Ouch. I know that sounds like harsh headline, but creepy marketers are EVERYWHERE.
You see them every day.
They’re the guys who relentlessly send you hyped-up offers.
They think upselling means holding back essential components, until you spend more money.
They’re the guys who brag about making tens of thousands of dollars a month, but only sell ‘make money’ products.
They reek of desperation.
Yup, creepy marketers have no chill.
In the dating scene, they’re the equivalent of the people who proclaim their love for you during a first date. Yikes, right?
But at the other end of spectrum there’s another type of marketer, the pathetic guy, he has too much chill.
He’s the guy who insists you should work for free, purely for the fun of it.
He’s the guy who tells you to just create loads of content and not to worry about making sales.
In the dating scene, these are the people stuck in the friend-zone.
They’re great at giving gifts and making you feel good, but they suck at making a move.
Chances are, in your email inbox right now you’re dealing, or worse, listening to, one of these guys.
They are the most common type of marketers; the ones who don’t really know what they’re doing.
And in either case, they ain’t getting action.
But you’ll find the rest of us somewhere in the middle, caught between those two extremes. But we know the right moves and we know how to jive.
We create content, we deliver value, but we also know our worth and expect to feed ourselves.
So along with all the awesome stuff we give out, we also point the way towards even more valuable content.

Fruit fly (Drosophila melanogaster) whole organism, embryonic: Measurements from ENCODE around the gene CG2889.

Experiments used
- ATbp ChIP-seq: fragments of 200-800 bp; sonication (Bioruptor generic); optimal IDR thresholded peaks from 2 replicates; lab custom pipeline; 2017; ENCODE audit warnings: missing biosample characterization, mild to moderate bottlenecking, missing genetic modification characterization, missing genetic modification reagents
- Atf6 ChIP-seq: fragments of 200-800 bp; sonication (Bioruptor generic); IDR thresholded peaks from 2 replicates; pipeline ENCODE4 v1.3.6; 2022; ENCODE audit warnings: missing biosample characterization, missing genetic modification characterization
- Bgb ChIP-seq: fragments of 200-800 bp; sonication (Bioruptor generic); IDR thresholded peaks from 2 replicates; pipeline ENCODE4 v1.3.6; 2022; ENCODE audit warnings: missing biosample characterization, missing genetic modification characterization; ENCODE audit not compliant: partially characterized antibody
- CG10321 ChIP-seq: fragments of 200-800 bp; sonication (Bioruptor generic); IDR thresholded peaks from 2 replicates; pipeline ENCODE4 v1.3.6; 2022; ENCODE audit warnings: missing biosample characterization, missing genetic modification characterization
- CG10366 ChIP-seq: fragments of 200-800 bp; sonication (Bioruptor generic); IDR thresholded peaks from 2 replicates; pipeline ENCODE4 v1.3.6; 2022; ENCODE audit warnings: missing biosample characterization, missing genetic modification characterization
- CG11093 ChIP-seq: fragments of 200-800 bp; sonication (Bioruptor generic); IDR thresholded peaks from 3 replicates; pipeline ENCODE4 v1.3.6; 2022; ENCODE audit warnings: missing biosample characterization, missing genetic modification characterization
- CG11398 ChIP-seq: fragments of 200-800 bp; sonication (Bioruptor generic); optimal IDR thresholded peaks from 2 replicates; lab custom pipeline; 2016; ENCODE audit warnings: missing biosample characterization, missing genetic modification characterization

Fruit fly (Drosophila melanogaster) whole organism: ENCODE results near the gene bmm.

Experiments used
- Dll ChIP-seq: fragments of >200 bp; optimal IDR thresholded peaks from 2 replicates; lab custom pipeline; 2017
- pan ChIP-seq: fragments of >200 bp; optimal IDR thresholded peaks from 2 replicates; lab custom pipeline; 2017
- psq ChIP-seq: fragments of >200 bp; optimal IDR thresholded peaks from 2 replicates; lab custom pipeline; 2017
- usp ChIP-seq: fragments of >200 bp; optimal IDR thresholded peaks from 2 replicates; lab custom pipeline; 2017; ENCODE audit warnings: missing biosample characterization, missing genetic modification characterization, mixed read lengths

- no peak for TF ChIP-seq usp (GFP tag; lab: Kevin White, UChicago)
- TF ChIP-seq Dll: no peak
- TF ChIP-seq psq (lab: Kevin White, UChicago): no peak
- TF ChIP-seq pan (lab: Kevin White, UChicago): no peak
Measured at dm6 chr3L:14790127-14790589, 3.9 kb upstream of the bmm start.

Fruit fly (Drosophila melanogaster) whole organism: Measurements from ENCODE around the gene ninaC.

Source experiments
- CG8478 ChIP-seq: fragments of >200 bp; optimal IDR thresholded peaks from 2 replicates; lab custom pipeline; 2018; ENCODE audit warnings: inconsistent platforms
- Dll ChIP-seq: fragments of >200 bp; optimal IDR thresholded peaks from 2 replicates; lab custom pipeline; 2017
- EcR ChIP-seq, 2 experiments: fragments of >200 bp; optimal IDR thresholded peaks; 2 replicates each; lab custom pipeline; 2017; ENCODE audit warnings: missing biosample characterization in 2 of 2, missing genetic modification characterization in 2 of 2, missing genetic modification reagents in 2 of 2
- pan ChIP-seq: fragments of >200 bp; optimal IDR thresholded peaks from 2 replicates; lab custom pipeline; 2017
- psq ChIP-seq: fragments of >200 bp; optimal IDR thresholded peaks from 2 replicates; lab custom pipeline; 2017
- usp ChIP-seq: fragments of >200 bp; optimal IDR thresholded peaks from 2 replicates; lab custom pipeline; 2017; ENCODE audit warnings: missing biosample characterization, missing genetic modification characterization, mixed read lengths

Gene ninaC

This is the right balance, between being creepy and pathetic.
The right balance
The best marketers understand this stuff is just like any other human relationship.
We have to make sure that a prospect understands why our products is desirable, and they need it. It’s our job to make that info crystal clear.
Then we have to establish trust, so when we tell a prospect that our product CAN solve their problem, they believe us.
Think of it the same way your relationship evolves with a romantic partner.
Ryan Deiss explains it really well. He’s not the first to liken a business relationship to a romantic relationship, but his analogy is the best I’ve seen.
Imagine all the parts of a successful sales funnel, from lead magnet to the return path.
Now imagine the romantic relationship equivalent. It might look something like this:
- Lead Magnet – ask for her phone number
- Tripwire – start dating
- Core product – in a relationship
- Profit booster – getting married
- Return path – weekly date nights
Just like a romantic relationship, we don’t dive in straight away with the heavy stuff.
But we don’t sit around waiting for things to happen, either.
We don’t start asking our prospects to invest $1,500 in a monthly coaching program straight away.
We warm them up. Show them how we can benefit them, and ask them to take small risks.
Trust is built up over time, but the good news is it doesn’t take months, like dating does.
The trust to go from subscribing to your email list, to dropping $1,500 on a coaching program CAN happen fast.
Sometimes it happens in minutes, if your funnel is configured right.
But for most prospects, there will be at least a few days in between the steps.
The truth is, marketers who get the balance right are in the minority.
Which is great because we get the best of both worlds; we get to become a force for good in people’s lives while making a living from something we enjoy.
Sure, it takes a little longer to do things this way. But the end result is a stronger businesses that stands the test of time.